The Long Tom Watershed Council (LTWC) will be holding a tour on Tuesday, May 28th at 5:30pm at Deck Family Farm. This tour is free and open to anybody who is interested. Speakers will be John Deck, Pat McDowell (University of Oregon geomorphologist), and Jed Kaul (LTWC fish biologist). Topics will include landowner goals, how improving stream habitat coexists with the goals of a working farm, how the project improves the migration for native fish, and why the Bear Creek basin is important for cutthroat trout.
Questions should be directed to Rob at LTWC 541-338-7060 or visit the LTWC website for more information.
Lamb season is full upon us which means we also get to enjoy some of the "bummer" lambs-- triplets or other orphans that we care for near the house. The crew of four you see below provide us with hours of amusement with their frolicking antics.
Recently, we received our first batch of 480 chickens. We revamped our brooder this year to give more room, better heat, and better ventilation. The chicks seem to love it! They'll live in the brooder for 4 weeks, at which time, we will put them out onto pasture.
Unloading chicks into the brooder.
2 nights later, our wildlife cam caught our farm-cat Chaurcy, attempting entry into the brooder in the wee hours of the morning.
Last night Christine and I were talking about how we, as humans, in this day and age, use our time. So much of what we do centers around the "manufactured" and "processed" - tv shows, processed food, paying mortgages on houses constructed with manufactured products, driving to work, driving to entertain ourselves. The real tragedy here is for our children and our environment. The environment suffers due to the by-products of consumption - exhaust, and depletion of natural resources. Children suffer from being educated in a vacuum - learning theory in schools but, in general, minus a feeling that they are really needed by their family and community. When people have something to care for, to live for, there comes a purpose in life.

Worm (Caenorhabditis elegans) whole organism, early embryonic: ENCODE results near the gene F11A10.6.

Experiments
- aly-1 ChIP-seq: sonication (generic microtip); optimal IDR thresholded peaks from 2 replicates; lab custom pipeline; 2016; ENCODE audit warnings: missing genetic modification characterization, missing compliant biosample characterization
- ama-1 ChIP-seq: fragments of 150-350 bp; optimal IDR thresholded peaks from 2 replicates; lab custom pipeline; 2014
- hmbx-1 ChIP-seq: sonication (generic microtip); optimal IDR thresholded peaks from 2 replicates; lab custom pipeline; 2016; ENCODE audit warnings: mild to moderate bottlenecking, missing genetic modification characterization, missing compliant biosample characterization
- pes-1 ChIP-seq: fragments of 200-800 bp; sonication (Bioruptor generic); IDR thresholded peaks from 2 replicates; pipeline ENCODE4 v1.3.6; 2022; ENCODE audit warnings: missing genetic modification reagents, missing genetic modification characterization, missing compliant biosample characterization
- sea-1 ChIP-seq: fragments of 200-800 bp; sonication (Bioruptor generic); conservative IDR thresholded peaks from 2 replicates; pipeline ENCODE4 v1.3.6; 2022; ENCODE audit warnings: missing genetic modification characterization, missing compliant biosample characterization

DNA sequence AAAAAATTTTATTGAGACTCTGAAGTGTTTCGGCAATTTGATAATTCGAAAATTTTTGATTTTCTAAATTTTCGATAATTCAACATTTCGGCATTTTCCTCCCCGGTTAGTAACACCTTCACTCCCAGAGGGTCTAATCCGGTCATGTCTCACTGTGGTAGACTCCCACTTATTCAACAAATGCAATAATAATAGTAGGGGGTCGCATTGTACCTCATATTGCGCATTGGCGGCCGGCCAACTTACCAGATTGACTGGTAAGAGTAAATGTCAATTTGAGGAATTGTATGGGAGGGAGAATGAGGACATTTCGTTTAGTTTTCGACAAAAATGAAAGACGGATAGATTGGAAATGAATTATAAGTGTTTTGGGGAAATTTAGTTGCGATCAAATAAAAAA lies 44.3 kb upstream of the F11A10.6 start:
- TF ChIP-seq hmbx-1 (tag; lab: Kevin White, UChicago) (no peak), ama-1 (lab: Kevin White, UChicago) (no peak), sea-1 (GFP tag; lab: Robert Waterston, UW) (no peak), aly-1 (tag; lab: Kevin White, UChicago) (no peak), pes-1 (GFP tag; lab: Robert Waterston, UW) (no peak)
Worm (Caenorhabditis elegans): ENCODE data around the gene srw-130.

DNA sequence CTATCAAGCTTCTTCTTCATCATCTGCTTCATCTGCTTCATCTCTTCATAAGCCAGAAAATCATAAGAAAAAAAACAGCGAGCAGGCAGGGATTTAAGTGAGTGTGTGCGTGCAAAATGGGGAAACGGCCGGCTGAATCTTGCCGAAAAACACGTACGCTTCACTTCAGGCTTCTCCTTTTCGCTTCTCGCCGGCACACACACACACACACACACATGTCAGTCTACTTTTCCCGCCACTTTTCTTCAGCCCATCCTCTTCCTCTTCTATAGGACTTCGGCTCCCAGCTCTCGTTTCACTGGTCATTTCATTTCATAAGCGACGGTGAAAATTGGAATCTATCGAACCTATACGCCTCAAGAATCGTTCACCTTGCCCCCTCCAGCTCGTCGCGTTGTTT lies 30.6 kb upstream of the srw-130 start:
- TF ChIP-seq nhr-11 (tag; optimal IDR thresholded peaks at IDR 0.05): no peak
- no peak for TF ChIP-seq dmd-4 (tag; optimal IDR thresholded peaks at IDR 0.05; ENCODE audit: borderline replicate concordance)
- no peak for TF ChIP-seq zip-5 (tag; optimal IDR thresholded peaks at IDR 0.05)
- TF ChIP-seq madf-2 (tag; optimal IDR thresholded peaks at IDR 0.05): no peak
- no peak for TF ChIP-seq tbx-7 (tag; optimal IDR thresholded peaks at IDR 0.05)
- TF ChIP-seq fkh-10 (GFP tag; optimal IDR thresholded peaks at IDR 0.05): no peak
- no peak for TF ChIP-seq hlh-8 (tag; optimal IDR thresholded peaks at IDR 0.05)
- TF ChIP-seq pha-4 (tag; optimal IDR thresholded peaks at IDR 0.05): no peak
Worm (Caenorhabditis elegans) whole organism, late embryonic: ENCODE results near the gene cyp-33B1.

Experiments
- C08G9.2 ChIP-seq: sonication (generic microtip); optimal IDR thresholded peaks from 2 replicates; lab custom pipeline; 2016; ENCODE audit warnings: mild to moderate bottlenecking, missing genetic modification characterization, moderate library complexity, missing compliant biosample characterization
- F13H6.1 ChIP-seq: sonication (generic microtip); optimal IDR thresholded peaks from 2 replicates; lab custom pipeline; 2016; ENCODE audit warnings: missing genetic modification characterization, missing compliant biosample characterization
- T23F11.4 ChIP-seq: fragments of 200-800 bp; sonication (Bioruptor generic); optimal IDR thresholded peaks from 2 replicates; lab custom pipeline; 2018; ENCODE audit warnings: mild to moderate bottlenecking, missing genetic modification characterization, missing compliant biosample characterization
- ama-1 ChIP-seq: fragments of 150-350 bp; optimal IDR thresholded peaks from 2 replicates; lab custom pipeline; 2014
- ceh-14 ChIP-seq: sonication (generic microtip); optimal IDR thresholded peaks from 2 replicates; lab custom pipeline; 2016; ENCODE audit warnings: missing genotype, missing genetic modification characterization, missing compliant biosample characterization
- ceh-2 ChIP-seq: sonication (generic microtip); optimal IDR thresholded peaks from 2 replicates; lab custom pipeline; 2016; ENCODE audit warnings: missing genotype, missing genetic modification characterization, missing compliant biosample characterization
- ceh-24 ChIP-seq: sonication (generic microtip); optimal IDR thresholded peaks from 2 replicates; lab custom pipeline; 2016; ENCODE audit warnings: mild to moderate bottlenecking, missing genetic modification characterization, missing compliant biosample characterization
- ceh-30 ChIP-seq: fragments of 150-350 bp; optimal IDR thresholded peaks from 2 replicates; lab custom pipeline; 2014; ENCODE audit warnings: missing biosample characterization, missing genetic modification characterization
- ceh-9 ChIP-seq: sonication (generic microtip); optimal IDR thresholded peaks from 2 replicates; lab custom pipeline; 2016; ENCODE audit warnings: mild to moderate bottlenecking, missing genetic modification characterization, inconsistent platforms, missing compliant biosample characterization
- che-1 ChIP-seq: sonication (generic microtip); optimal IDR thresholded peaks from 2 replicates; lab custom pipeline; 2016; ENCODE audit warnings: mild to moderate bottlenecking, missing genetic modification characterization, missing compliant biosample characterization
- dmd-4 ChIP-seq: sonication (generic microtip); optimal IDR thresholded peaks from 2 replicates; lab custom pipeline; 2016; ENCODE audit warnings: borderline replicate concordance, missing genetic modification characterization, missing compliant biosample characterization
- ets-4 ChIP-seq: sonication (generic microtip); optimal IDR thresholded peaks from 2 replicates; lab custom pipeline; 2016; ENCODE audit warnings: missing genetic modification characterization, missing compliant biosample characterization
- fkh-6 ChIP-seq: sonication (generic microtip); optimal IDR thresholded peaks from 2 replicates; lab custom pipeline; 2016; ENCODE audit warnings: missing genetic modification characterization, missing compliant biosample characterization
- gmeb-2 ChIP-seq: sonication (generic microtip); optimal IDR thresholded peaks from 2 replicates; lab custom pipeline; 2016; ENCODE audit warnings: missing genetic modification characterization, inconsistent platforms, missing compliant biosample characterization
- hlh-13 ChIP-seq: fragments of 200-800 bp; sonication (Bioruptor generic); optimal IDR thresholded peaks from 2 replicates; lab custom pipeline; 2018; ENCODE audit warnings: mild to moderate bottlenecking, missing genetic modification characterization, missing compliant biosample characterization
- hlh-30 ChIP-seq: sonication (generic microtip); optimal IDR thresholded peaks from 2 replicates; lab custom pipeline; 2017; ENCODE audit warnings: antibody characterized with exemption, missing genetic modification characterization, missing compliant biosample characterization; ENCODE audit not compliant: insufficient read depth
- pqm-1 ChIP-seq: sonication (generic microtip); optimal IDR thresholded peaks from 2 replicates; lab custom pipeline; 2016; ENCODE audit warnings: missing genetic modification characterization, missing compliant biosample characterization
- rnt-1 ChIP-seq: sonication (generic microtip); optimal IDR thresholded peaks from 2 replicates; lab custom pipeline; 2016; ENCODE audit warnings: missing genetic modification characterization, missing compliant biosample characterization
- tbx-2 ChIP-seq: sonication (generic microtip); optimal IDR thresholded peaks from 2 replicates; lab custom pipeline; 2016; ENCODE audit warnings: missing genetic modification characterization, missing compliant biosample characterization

I heard a quote a long time ago from someone who asked a teacher accusingly, "Do you think a women's place in the home?", to which he replied, "Yes, certainly! and so is a man's". We so often forget about home-based food production, learning, and building. However, when we talk about what really matters to us, its the simple things, and the things we find in the home that truly matter. This is contrary to what we spend most of our time doing-- running around, driving, and working all hours. We're a long way from where we really want to be, but in the meantime, we'll continue making choices one step at a time... do we eat out or cook a meal at home? do we stay up watching a movie or do we get up early on a Saturday to clean the house to make it a friendlier place? At any rate, i think these choices about where we spend our time and focus our energy is really the way to work for peace for all humans, slowly change our military-industrial society, and change the world... one person at a time, one choice at a time.